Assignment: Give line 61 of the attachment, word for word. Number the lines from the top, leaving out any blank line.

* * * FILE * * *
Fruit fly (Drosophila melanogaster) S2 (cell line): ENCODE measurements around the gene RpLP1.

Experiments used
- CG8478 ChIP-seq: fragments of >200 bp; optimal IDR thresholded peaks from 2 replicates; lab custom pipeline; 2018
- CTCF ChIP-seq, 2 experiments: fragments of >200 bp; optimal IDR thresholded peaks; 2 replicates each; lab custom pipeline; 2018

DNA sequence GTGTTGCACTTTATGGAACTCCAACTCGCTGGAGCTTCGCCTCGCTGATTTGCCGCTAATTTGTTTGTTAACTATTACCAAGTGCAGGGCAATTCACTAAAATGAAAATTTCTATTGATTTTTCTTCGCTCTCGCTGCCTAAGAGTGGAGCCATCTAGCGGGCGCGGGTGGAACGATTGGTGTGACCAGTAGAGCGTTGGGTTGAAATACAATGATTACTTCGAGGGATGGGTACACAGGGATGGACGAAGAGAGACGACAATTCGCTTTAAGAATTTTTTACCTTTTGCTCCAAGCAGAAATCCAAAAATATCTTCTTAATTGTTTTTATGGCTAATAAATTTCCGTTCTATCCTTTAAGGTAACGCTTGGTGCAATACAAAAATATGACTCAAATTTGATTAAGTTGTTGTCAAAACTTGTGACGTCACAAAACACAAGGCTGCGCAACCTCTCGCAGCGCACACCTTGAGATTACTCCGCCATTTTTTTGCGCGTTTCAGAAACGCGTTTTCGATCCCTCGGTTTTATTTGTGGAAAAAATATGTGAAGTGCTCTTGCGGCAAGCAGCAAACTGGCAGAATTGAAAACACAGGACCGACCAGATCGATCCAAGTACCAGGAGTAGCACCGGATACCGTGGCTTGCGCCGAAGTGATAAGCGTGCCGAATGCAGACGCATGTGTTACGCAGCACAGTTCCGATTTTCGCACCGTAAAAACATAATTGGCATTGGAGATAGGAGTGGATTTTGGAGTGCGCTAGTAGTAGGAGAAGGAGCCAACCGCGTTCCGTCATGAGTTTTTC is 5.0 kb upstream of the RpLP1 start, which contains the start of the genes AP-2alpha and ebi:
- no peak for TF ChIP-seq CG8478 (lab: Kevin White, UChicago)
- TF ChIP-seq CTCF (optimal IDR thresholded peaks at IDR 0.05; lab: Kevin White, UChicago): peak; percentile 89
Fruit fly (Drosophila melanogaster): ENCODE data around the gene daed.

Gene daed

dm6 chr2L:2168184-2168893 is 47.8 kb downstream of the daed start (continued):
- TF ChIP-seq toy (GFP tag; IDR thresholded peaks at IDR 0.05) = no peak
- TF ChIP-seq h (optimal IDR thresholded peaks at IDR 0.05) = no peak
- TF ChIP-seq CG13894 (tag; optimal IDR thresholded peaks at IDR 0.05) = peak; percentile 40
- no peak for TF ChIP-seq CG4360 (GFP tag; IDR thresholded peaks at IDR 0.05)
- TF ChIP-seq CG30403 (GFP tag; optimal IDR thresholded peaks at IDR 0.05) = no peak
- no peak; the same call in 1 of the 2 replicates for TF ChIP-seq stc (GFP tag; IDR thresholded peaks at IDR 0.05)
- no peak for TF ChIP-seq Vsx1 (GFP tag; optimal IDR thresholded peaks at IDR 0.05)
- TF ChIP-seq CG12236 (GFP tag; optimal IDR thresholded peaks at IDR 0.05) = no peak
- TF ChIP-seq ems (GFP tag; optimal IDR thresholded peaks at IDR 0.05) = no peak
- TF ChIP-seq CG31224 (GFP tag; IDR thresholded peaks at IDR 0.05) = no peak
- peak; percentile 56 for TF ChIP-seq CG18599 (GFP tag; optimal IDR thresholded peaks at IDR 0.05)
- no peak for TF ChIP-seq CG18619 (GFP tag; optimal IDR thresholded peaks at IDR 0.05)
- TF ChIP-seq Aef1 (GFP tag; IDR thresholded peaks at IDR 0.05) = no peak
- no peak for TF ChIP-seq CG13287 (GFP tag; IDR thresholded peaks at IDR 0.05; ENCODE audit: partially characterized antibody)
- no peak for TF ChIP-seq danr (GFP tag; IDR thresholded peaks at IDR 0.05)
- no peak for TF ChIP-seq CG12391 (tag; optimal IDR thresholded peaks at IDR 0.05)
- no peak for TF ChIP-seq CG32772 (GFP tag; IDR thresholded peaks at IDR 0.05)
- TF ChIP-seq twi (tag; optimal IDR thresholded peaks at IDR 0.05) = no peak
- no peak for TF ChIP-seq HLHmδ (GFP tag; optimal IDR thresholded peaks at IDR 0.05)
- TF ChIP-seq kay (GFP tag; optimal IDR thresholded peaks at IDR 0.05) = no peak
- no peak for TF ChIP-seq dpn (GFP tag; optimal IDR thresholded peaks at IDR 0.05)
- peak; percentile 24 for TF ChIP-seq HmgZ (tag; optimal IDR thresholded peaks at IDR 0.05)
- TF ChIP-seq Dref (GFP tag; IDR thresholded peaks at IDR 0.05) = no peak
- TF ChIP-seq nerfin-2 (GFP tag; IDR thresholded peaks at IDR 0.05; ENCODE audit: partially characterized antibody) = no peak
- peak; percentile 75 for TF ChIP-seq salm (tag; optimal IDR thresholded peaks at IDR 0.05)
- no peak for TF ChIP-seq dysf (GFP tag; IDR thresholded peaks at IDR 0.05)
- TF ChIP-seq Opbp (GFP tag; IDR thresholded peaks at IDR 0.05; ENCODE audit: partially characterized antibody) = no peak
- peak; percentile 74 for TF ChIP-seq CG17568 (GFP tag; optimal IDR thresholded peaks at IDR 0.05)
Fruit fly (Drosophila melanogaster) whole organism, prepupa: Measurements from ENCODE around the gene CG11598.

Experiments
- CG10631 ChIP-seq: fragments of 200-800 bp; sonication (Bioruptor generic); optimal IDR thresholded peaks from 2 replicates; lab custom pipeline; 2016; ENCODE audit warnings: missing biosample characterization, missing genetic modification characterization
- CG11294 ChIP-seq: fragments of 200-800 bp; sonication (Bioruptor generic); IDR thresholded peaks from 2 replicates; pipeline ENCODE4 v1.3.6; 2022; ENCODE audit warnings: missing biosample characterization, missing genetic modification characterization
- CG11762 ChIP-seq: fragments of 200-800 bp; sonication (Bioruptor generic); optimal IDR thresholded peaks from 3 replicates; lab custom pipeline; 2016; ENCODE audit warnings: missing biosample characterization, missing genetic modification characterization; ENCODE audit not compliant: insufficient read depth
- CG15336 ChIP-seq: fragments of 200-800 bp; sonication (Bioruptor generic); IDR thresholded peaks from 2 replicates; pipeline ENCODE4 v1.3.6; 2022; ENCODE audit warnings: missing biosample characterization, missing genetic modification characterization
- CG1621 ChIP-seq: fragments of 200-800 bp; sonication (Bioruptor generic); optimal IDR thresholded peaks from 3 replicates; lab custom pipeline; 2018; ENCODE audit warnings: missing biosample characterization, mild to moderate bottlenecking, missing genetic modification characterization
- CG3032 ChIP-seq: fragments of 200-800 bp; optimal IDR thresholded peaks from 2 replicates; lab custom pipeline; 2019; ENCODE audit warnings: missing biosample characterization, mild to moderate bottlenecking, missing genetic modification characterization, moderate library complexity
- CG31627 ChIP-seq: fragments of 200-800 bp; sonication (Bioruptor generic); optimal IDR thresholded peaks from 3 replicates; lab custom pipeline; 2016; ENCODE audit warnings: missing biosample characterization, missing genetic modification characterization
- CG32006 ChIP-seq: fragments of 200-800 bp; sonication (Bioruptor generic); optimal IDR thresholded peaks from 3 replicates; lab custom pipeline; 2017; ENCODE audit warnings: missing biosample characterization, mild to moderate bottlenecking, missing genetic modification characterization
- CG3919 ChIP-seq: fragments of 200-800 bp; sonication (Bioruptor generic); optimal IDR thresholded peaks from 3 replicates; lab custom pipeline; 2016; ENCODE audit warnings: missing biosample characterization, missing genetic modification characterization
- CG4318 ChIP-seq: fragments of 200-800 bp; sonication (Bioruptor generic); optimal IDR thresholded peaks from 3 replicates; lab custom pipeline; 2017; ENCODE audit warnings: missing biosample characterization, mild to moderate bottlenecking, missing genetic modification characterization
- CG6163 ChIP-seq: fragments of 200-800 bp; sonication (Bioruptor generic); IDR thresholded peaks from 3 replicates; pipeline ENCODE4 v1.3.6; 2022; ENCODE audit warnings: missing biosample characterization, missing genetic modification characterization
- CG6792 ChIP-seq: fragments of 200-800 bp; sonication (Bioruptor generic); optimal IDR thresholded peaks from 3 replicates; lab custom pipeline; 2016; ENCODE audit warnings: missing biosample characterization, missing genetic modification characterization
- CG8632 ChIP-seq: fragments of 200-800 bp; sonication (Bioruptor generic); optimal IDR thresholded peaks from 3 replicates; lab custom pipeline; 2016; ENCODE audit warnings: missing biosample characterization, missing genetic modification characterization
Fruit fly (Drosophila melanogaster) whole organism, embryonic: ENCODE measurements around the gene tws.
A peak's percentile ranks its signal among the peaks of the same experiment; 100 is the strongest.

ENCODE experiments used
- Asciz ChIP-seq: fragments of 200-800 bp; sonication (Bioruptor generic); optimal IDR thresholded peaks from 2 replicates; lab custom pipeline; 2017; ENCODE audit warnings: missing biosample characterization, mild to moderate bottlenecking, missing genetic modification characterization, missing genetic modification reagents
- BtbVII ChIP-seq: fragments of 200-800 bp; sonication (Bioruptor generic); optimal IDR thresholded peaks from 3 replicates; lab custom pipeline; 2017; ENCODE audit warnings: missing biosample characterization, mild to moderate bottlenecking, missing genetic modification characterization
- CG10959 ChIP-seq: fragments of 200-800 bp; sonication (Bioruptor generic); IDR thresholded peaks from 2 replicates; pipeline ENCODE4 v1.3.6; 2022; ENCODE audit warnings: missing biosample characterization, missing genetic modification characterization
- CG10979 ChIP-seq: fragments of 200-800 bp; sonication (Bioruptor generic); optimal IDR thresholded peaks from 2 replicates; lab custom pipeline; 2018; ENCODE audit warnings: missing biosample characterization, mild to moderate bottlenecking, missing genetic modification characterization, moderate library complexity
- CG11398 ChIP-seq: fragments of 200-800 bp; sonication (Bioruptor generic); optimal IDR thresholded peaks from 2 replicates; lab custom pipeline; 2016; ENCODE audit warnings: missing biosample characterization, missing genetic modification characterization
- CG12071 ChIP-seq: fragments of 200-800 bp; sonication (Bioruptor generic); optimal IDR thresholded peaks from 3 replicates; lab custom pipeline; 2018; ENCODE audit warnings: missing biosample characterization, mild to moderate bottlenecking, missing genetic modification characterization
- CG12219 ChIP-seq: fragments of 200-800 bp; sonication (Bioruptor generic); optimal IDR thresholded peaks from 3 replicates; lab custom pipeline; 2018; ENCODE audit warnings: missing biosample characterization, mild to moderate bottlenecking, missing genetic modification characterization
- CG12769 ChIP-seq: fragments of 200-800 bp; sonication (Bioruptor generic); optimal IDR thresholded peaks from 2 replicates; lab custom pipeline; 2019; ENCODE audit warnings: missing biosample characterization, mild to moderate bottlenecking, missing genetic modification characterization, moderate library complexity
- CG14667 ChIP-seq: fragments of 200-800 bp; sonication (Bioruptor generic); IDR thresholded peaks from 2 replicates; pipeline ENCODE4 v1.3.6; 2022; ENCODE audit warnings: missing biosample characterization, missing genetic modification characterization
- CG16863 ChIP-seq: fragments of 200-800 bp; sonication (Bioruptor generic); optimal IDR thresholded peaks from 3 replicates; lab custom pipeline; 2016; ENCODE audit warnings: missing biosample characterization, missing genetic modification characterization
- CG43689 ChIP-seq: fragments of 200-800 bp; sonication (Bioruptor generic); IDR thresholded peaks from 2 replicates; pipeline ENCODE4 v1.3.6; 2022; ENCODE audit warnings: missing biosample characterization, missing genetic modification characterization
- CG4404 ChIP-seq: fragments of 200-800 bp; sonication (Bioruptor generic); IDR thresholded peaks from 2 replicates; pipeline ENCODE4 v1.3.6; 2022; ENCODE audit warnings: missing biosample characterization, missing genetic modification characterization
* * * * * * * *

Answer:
- CG11398 ChIP-seq: fragments of 200-800 bp; sonication (Bioruptor generic); optimal IDR thresholded peaks from 2 replicates; lab custom pipeline; 2016; ENCODE audit warnings: missing biosample characterization, missing genetic modification characterization